Unfortunately, the 9th Circuit failed to grasp this. It accepted Epic’s base argument and didn’t dispute that an LRA analysis should be conducted. It instead found that, on the facts, Epic failed to propose viable LRAs to Apple’s restrictions. Even further, the 9th Circuit posited (albeit reluctantly) that where the plaintiff fails to show a LRA as part of a “third step” in rule of reason, a fourth step is required to weigh the procompetitive against anticompetitive effects.
But as the 9th Circuit itself notes, the Supreme Court’s most recent rulings—i.e., Alston and Amex—did not require a fourth step. Why would it? Cost-benefit analysis is already baked into the rule of reason. As the 9th Circuit recognizes:
We are skeptical of the wisdom of superimposing a totality-of-the-circumstances balancing step onto a three-part test that is already intended to assess a restraint’s overall effect.
Several amici suggest that balancing is needed to pick out restrictions that have significant anticompetitive effects but only minimal procompetitive benefits. But the three-step framework is already designed to identify such an imbalance: A court is likely to find the purported benefits pretextual at step two, or step-three review will likely reveal the existence of viable LRAs.
It is therefore unclear what benefits a fourth step would offer as, in most cases, this would only serve to “briefly [confirm] the result suggested by a step-three failure: that a business practice without a less restrictive alternative is not, on balance, anticompetitive.”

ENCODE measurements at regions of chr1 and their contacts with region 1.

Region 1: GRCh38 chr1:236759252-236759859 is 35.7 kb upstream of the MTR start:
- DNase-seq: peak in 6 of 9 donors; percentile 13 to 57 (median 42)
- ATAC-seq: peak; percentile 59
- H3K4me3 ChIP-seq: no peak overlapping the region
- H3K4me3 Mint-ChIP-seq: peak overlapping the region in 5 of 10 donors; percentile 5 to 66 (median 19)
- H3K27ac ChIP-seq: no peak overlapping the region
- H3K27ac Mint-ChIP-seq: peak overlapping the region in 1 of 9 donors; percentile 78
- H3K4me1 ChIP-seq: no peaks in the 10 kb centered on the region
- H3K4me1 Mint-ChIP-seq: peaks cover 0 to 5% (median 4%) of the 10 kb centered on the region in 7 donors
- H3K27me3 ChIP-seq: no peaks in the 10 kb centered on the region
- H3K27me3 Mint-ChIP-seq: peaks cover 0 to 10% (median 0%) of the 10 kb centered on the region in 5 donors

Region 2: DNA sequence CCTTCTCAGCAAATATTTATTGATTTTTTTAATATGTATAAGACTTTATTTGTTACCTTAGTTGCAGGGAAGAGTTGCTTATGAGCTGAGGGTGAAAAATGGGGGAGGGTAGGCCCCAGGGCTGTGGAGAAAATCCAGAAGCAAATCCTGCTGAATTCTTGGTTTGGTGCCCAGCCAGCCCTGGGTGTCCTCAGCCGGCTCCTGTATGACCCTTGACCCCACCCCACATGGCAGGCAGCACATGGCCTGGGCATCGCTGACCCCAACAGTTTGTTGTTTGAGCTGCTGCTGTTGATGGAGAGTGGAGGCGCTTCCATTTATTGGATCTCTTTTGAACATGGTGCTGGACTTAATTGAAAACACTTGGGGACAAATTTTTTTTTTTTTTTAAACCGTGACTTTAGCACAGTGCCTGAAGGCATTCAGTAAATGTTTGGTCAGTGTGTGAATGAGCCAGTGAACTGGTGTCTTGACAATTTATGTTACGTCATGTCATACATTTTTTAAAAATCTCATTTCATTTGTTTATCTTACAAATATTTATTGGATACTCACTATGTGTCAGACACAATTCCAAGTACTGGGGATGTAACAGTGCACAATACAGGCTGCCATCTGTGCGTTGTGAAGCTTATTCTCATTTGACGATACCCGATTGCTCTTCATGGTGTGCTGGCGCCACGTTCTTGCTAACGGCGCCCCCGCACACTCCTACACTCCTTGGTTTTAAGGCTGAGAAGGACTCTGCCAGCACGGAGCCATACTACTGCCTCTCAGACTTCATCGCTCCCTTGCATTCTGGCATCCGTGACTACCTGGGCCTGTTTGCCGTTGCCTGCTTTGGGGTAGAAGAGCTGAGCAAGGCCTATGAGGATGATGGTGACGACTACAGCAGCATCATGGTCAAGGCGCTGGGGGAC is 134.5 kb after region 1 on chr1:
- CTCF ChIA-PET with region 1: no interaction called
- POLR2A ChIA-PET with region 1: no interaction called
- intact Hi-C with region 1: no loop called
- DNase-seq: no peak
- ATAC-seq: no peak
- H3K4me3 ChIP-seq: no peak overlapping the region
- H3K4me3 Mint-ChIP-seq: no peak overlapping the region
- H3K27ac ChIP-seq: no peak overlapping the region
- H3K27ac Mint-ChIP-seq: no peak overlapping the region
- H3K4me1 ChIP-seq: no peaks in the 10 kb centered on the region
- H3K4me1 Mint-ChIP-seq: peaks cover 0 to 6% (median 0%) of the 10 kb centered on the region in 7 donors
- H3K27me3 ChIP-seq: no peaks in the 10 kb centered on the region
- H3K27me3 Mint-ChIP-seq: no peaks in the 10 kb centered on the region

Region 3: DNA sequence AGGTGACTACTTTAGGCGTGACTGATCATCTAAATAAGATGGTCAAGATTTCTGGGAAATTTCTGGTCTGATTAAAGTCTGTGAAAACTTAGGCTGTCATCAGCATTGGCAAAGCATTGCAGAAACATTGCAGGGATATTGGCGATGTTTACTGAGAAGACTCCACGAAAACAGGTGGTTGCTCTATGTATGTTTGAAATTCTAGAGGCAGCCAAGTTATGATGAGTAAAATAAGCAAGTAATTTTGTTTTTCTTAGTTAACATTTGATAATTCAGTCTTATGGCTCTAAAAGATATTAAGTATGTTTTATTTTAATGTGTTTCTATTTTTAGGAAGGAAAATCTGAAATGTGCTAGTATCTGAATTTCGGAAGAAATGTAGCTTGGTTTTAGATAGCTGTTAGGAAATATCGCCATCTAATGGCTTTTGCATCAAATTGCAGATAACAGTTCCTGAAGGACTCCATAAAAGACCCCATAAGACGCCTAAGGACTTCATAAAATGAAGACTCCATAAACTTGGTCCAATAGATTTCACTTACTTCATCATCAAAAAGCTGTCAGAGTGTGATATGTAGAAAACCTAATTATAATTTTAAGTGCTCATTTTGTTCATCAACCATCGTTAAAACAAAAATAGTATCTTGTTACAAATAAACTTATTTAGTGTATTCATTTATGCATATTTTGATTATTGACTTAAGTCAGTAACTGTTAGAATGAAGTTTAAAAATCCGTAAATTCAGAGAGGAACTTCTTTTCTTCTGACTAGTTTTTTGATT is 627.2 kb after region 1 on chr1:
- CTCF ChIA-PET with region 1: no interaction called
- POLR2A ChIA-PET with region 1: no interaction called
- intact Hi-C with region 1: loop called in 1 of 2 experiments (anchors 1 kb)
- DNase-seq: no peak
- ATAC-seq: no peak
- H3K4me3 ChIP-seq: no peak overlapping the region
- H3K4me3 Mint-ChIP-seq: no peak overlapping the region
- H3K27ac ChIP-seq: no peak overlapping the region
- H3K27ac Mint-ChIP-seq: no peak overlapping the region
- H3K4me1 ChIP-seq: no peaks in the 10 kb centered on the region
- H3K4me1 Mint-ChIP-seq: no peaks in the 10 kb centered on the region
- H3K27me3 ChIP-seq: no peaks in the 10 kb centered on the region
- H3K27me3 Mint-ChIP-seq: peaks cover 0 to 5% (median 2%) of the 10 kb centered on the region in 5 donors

The 9th Circuit’s logic here appears circular. If the necessity of step four is practically precluded by failure at step three, how can it also be that failure to show LRAs in step three requires a fourth step? If step four is triggered after failure at step three, but step four is essentially an abridged version of step three, then what is the point of step four?
This entanglement leads the 9th Circuit to the inevitable conclusion that the failure to conduct a fourth step is immaterial where courts have hitherto diligently assessed anticompetitive harms and procompetitive benefits (under any procedural label):
Even though it did not expressly reference step four, it stated that it “carefully considered the evidence in the record and . . . determined, based on the rule of reason,” that the distribution and IAP restrictions “have procompetitive effects that offset their anticompetitive effects” (emphasis added). This analysis satisfied the court’s obligation pursuant to County of Tuolumne, and the court’s failure to expressly give this analysis a step-four label was harmless.